Top Tips for Combining Your Pension Pots

Over the course of our working lives, many of us have worked different jobs. This can mean we’ve paid into several different pension pots over the years. Keeping track of where our money is and all of the associated paperwork can be difficult. At Prestige, we’ve created the handy guide below to help show you how consolidating your pension pots could be the right move for you.

The positive effects of consolidating

  • Convenience: Above all, combing your pension pots makes keeping an eye on your pension easier. Not only will this mean that it is simpler to manage as it is all kept in one place, you may also have access to a wider range of investors. It can help you gain a better investment performance.
  • Save on fees: If you look around when deciding which scheme to consolidate your money into, you may find that you’ll be able to reduce the charges you pay on your pension. Some older schemes carry much higher fees than new ones, so it may be best to move older pots into a newer scheme.
  • Greater range of investment: This is especially seen if you transfer your pension savings into a self-invested personal pension (SIPP). With this, you’ll be able to invest your money into a wide range of investments, from shares to investment trusts. The main benefit of this is that you won’t be restricted to pension funds offered by any single pension provider.

Although combining your pensions makes life simpler, make sure you’re aware of any risks of doing this beforehand. You could lose out on loyalty bonuses and face exit penalties. Looking into the risks, or contacting a financial adviser for help before you act, could prevent big losses.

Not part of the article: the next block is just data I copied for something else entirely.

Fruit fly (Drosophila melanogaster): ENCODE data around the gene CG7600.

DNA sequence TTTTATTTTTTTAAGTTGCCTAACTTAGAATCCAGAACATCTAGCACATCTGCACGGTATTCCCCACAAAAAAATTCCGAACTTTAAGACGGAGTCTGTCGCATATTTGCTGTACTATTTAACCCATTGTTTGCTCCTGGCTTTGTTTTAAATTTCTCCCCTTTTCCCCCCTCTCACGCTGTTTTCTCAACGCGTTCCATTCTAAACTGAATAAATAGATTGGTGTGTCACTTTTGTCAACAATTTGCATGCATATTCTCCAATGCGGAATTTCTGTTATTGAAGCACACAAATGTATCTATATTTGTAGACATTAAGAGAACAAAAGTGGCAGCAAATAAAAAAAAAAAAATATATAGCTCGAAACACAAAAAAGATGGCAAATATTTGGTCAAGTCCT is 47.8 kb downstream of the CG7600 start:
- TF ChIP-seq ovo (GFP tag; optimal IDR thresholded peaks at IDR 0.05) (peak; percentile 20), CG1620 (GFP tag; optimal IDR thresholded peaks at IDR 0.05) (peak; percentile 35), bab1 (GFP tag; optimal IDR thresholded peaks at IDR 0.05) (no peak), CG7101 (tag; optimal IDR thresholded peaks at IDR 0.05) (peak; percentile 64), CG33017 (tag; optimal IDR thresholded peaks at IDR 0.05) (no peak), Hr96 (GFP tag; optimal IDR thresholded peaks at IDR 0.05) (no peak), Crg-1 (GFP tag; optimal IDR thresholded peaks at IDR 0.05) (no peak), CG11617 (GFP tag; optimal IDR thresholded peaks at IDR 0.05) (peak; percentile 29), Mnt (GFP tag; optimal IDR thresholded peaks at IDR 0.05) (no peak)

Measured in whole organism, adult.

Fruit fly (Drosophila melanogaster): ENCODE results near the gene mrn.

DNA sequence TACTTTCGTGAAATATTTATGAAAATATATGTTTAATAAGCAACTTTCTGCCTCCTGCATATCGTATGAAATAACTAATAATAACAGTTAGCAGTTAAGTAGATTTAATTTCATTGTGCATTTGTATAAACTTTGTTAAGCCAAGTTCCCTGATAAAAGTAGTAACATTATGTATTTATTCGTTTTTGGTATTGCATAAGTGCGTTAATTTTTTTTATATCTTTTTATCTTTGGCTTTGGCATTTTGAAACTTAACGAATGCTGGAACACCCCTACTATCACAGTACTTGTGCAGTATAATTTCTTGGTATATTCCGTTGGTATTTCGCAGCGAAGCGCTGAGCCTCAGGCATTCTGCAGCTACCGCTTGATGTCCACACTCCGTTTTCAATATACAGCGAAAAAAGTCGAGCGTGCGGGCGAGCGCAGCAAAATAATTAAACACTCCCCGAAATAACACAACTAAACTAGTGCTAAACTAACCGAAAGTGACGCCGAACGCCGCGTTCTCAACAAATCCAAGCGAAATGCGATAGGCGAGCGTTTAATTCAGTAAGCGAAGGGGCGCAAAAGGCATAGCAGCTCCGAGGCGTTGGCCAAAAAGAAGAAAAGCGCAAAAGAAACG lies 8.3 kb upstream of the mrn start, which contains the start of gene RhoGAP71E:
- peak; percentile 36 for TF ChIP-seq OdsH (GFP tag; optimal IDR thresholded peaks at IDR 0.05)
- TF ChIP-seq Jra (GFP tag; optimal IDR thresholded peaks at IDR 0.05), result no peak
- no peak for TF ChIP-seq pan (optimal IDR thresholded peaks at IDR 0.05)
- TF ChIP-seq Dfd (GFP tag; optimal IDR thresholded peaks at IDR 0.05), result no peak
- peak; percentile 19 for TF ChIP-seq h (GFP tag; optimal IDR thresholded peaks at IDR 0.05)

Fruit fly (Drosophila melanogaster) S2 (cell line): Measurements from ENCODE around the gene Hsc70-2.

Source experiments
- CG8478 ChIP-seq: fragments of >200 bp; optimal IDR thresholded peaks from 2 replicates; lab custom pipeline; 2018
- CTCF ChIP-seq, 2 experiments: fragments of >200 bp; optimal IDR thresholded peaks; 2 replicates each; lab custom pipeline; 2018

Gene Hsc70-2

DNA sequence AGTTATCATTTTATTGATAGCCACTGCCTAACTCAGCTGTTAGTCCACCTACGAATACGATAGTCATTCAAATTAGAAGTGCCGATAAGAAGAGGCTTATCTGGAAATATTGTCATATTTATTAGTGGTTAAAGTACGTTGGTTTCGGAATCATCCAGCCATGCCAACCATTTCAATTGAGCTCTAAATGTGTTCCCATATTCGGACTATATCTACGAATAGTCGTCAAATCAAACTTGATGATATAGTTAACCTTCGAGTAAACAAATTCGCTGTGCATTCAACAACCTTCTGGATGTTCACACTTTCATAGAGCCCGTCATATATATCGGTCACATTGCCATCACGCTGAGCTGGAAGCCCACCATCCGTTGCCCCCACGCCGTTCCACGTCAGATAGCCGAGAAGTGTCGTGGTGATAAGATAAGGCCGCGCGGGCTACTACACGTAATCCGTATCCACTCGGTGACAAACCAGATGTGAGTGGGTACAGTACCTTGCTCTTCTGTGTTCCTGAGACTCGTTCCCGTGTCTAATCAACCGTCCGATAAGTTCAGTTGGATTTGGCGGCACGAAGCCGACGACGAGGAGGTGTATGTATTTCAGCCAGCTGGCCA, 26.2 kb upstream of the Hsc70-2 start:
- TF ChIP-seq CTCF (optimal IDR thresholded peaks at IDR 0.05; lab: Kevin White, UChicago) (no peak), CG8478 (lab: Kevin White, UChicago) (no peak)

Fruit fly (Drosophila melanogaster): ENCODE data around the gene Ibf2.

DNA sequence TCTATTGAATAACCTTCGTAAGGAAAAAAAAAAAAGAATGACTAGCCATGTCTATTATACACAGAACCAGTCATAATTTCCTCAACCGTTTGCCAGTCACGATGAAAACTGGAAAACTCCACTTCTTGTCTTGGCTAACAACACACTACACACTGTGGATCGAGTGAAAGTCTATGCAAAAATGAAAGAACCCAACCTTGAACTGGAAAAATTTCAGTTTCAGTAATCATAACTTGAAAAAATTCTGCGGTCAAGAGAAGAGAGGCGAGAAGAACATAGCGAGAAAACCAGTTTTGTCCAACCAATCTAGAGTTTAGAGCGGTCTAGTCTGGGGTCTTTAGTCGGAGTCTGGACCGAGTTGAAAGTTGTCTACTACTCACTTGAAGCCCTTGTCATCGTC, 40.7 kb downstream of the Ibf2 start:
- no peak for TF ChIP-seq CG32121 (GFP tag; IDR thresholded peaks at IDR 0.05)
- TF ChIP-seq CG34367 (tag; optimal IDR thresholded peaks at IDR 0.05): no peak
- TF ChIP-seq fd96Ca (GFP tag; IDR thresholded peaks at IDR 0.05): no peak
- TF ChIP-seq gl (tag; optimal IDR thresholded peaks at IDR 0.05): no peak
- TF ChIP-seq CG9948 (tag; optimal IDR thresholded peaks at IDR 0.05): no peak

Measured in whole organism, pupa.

Factors to consider about consolidating your pensions

Whether you should consolidate your pensions depends on your individual situation. This comes down to how many pension pots you have, how much they’re worth, the terms of these schemes, and how far you are from retirement age. If you are considering buying annuity, consolidating your money could give you a better deal and a bigger monthly amount.

Before switching your pension, bear in mind any advantages that you may be giving up. If the scheme is offering a guaranteed annuity rate, it may be worth sticking with it. These guarantees tend to give higher payouts as many of them were set with interest rates as high as 11%.

In addition, some policies give life insurance, which you might lose if you switch. Make time to look into the benefits of each system and what you stand to lose by consolidating.

Making the best of what you have

Any money that you have saved should be working as hard as possible to get the best returns for you. Moving into a pension that offers a higher growth could mean that you’re retiring with more money. For example, if you have an old scheme worth £30,000 at age 40 that is earning 4% interest a year, you’ll see your fund grow to £79,975 by the time you’re 65. Alternatively, a scheme with a 7% interest rate would see your figure rise to £162,823. It pays to understand where your putting your money and put as large an amount as you can to gain the biggest return on investment.

Choosing the right pension scheme for you

When deciding which pension scheme is best for you to consolidate your money into, shopping around is essential. Looking at any schemes you’re currently invested in helps you understand where your money is going. Making a note of annual management charges and initial charges on money that you transfer in will give you a good idea of the benefits of each scheme.

Don’t feel trapped by any of your current pension schemes. If you feel like the investment performance is not good enough and you can do better, you can move all your money into a brand-new scheme that is better suited to your needs.

Before moving your pension or opening a new scheme, it’s worthwhile to talk to a professional financial adviser to get advice tailored to you.

This entry was posted in Pensions and tagged , . Bookmark the permalink.

Leave a Reply

Fill in your details below or click an icon to log in: Logo

You are commenting using your account. Log Out /  Change )

Google+ photo

You are commenting using your Google+ account. Log Out /  Change )

Twitter picture

You are commenting using your Twitter account. Log Out /  Change )

Facebook photo

You are commenting using your Facebook account. Log Out /  Change )


Connecting to %s